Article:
Occurrence, Extraction and Isolation of Lithium, Beryllium and Fluorine
The chemistry of extracting metal from their ores and utilising them for useful purposes is called metallurgy. The process of metallurgy mainly depends upon the nature of the ores and the impurities present in them therefore in metailurgical prcess different steps are involved, some of them are discussed below:
Crushing and Grinding of ore:
When the impurities present in the ore are quite distanct, they can be removed by hand picking and the remaining part is broken into small pieces by hammering and then by jaw crushers the small pieces of the ore are therefore grinded in ball mills or stamp mill into finely powdered ore.
Cocentration or dressing of the ore:
Since the ores are obtained from the earth crust, these are generally found mixed with a large number of impurities like clay, sand, limestone silicates etc. These impurities are known as gangue or matrix. The removal of these impurities from the powdered ore is known as dressing since dressing. Since dressing of the ore gradually increases the percentage of this metal. It is also knoe=wn as concentratin of the ore and the ore without any impurities as concentrate. The ore is concentrated by the following methods:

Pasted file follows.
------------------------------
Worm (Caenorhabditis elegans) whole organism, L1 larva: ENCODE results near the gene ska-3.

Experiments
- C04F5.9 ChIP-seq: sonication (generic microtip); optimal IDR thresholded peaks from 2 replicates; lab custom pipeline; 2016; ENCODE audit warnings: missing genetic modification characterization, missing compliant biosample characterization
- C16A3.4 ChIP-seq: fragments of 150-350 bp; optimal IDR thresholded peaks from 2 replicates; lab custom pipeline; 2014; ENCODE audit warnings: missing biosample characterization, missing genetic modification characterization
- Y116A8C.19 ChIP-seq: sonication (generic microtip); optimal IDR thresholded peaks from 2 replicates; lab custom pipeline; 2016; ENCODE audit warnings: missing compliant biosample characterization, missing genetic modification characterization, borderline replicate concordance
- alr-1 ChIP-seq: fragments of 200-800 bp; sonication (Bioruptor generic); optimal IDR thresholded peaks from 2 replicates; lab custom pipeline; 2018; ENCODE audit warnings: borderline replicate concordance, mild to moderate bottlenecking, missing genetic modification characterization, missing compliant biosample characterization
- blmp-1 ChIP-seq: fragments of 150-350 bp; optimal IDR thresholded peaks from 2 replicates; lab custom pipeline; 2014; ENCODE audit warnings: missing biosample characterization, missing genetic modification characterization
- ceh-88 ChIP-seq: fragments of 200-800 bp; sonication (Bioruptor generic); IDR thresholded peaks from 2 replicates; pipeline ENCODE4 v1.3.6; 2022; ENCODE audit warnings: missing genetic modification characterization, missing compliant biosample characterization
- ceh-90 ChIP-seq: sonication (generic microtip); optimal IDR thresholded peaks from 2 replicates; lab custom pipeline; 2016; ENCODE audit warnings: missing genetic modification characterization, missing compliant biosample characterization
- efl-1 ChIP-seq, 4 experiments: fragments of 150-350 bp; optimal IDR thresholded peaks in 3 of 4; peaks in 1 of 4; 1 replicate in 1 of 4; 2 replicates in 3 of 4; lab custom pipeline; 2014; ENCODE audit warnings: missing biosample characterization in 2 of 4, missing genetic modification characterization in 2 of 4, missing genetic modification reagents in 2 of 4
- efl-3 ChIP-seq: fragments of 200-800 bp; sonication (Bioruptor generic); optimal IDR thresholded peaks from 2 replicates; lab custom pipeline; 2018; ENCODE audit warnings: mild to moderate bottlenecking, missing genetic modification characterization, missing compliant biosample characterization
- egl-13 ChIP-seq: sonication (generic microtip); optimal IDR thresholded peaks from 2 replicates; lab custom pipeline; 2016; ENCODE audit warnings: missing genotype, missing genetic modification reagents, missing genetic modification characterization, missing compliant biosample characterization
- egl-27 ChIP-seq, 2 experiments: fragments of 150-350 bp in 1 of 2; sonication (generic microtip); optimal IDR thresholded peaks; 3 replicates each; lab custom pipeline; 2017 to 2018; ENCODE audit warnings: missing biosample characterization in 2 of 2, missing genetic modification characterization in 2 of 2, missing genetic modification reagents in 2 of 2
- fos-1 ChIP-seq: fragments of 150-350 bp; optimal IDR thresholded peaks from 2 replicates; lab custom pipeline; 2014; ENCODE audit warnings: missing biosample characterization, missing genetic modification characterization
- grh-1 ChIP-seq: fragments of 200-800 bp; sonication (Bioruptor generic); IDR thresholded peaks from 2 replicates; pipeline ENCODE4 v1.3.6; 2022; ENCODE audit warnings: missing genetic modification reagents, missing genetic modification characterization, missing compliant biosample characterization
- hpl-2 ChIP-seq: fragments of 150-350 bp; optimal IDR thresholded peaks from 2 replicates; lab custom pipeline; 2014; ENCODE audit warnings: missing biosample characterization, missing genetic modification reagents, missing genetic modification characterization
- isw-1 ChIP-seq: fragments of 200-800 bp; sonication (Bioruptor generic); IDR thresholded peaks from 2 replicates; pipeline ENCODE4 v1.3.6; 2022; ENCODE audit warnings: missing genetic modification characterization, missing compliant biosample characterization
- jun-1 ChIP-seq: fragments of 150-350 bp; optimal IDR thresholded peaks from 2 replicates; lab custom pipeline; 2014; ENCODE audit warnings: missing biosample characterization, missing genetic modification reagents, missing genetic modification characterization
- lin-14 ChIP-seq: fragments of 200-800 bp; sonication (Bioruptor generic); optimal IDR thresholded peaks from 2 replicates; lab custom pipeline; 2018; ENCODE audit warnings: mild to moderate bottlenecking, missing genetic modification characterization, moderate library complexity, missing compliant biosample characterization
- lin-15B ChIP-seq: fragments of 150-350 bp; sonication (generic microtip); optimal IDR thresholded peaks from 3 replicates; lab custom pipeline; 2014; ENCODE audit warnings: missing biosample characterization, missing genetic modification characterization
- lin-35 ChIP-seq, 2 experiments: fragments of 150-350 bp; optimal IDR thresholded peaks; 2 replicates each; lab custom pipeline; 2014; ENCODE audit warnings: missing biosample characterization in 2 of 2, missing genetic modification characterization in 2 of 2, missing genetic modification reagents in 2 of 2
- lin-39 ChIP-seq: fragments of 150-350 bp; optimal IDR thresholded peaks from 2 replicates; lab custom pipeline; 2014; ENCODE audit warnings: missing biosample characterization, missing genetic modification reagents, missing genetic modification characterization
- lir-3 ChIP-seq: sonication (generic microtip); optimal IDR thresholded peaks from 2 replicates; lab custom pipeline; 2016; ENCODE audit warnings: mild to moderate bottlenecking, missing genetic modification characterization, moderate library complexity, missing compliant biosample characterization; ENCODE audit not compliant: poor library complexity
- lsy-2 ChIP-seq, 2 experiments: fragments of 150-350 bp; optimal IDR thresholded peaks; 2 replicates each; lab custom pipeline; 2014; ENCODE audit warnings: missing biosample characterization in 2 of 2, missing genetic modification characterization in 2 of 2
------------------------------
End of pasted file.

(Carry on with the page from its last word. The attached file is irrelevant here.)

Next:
1_Gravity separation or hydraulic classifier method :
This method of concentrating ore is based on the difference in specific gravities(dendities) of te ore particles and impurities in this method, the powdered ore is introduced through a hopper in hydraulic classifier and is eglitated with a running stream of water, so that the heavier ore particles settle down rapidly at the bottom while the ligher impurities ( called as gangue ) are washed away with the water as shown in figure 7.01
Genrally, oxides and carbonates ores are concentrated by this method.
2_Electromegnetic Separation method:
This method is adopted when either the ore or the impurities are magnetic in nature. The two can be separated from each other by means of electromagnetic separator. A magnetic separate impurities from the ore the finely powdered ore is dropped through the hopper on the belt moving over electromagnetic roller and falls just below to the roller while the non-magnetic position falls farther away from the magnetic roller, as shown in figure 7.02,